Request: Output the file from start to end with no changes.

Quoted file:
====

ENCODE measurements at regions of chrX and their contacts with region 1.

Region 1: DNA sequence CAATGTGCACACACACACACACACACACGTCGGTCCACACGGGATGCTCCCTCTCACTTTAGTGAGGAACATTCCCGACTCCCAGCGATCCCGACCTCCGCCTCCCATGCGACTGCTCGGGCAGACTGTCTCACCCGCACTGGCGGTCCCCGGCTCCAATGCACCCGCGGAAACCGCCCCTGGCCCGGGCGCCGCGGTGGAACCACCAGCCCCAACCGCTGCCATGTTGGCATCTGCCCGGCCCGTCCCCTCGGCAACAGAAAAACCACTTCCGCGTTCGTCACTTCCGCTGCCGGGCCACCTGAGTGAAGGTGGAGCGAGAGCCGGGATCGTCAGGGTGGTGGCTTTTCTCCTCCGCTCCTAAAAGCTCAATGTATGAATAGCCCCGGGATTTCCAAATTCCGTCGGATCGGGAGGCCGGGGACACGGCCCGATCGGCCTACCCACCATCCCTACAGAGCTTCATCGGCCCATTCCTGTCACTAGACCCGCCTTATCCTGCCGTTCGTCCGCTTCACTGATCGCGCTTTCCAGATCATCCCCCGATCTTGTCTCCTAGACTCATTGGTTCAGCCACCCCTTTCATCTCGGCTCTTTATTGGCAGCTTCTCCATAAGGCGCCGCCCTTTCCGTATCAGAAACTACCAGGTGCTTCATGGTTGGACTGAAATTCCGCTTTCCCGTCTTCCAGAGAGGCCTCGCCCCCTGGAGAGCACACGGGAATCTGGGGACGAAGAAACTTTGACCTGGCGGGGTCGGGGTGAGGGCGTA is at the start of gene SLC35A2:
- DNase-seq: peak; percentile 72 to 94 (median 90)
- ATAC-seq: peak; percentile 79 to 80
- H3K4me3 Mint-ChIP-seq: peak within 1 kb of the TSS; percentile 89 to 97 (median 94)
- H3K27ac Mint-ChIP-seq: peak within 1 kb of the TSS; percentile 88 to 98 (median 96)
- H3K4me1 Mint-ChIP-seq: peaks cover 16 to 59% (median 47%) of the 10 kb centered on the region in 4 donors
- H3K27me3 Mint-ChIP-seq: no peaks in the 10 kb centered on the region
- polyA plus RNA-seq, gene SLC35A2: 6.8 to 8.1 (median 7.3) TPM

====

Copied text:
ENCODE measurements at regions of chrX and their contacts with region 1.

Region 1: DNA sequence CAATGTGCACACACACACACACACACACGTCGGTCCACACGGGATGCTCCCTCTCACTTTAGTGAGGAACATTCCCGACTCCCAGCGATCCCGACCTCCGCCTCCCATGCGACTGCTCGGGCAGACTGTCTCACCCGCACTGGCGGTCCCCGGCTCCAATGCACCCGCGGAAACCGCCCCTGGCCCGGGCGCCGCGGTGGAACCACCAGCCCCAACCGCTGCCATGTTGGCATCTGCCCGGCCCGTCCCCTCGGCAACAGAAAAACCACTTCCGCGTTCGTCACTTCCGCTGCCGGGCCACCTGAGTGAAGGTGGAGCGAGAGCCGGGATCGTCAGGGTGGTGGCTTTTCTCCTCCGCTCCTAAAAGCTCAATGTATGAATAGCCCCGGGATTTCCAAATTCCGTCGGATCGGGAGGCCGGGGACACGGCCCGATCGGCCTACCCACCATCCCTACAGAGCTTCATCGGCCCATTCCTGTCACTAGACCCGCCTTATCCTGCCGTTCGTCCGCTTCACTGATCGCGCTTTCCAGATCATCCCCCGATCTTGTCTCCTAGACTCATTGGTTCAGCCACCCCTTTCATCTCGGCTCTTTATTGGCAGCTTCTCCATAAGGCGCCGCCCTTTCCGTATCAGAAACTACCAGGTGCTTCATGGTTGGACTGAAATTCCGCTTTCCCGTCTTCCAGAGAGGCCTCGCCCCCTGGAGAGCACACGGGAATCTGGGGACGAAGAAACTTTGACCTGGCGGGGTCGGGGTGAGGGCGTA is at the start of gene SLC35A2:
- DNase-seq: peak; percentile 72 to 94 (median 90)
- ATAC-seq: peak; percentile 79 to 80
- H3K4me3 Mint-ChIP-seq: peak within 1 kb of the TSS; percentile 89 to 97 (median 94)
- H3K27ac Mint-ChIP-seq: peak within 1 kb of the TSS; percentile 88 to 98 (median 96)
- H3K4me1 Mint-ChIP-seq: peaks cover 16 to 59% (median 47%) of the 10 kb centered on the region in 4 donors
- H3K27me3 Mint-ChIP-seq: no peaks in the 10 kb centered on the region
- polyA plus RNA-seq, gene SLC35A2: 6.8 to 8.1 (median 7.3) TPM